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My husband is dying after 3 years of chemo

(3 Posts)
QuiltingFlower Mon 26-Jun-17 19:12:37

DH has had 3 years of high dose chemo, and has relapsed for the third time. There is nothing else left to try. I have been looking after him at home and hope he is able to stay here until the end. I have some uber supportive friends and family without whom I would have floundered by now. Other friends and family have variously been on the range of occasionally helping or popping in for coffee or lunch. That is fine, not everyone can hack illness.My problem is actually the dawning realisation that my DSis is, and has been, low or no contact with us for years, except when she wants something. This happens just often enough that I put her picking up and then dropping of me as due to pressure at work/kids being ill/moving house, etc etc. But it is not that.

DH, the kindest, sweetest of men told me very recently of how hurt he has been by her treatment of me over the years and how he cannot understand how she can be so unsupportive of us at this time. I have only just joined the dots up.

I have been mulling this over and realise everything has to be on her terms or she sulks/exhibits other unpleasant behaviour. I have decided I am going to ignore any further requests from her. Should I tell her that is what I am doing upfront and maybe resolve whatever the problem actually is, or just block her?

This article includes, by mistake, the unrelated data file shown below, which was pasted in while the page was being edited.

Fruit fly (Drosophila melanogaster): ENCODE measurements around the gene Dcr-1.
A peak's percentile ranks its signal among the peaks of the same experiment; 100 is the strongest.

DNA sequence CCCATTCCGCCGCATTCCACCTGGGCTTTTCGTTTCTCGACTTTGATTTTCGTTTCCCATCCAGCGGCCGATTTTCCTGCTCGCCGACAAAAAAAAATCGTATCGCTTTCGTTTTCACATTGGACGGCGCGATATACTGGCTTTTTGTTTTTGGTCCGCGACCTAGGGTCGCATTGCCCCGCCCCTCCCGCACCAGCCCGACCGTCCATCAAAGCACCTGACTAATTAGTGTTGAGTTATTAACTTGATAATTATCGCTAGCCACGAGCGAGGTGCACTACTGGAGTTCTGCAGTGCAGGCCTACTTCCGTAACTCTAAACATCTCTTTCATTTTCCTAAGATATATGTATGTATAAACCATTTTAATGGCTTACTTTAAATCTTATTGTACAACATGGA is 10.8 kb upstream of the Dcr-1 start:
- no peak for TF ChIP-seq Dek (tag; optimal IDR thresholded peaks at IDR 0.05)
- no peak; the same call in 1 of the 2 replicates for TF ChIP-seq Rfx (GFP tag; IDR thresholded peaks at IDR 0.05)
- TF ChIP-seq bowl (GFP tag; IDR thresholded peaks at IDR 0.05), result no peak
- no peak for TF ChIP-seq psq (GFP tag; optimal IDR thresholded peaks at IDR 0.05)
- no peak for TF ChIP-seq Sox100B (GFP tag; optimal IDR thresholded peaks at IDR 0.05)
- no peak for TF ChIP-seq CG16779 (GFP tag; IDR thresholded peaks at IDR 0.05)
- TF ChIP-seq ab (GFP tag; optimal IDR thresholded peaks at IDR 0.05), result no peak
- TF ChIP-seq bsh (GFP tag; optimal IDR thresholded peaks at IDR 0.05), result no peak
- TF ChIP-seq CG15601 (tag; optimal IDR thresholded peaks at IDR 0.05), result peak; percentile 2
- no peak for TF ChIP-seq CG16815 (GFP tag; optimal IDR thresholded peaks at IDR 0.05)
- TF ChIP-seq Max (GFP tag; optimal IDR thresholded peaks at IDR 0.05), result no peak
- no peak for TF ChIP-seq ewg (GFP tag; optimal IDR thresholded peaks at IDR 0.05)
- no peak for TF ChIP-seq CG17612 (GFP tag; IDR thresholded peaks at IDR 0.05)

Has anyone else had a similar revelation about a close relative? Am I being as bad as her?

OP’s posts: |
Sittinginthesun Mon 26-Jun-17 19:18:34

I think that it is precisely at times like this that you stop and realise the dynamics of relationships etc. I know that when my Dad was dying, a lot of family issues suddenly became very clear to me.

I had counselling (NHS referral from my GP), which was technically grief counselling, but helped me put a lot of things in perspective.

I would absolutely ignore at requests from her for now, and when the time feels right, find someone to talk to to help you work it through longer term.

Somerville Mon 26-Jun-17 19:23:56

I'd gently suggest that now isn't the right time to be making any major decisions about none essential things. Emotions are running so high anyway, and everything is so much harder when you're going through caring for a spouse and facing a terminal diagnoses (been there).

Do whatever will best mollify DH in the short term, and will be the least effort for you. (Which to my mind seems like perhaps saying no to any direct requests she makes, but not initiating a big drama by outright blocking her.)

Many people who know they are near the end get quite worried about the people they're leaving behind. So probably best to focus pending time with, and accepting help from, all the many people who love you and will be there for you. That will help both of you. flowers

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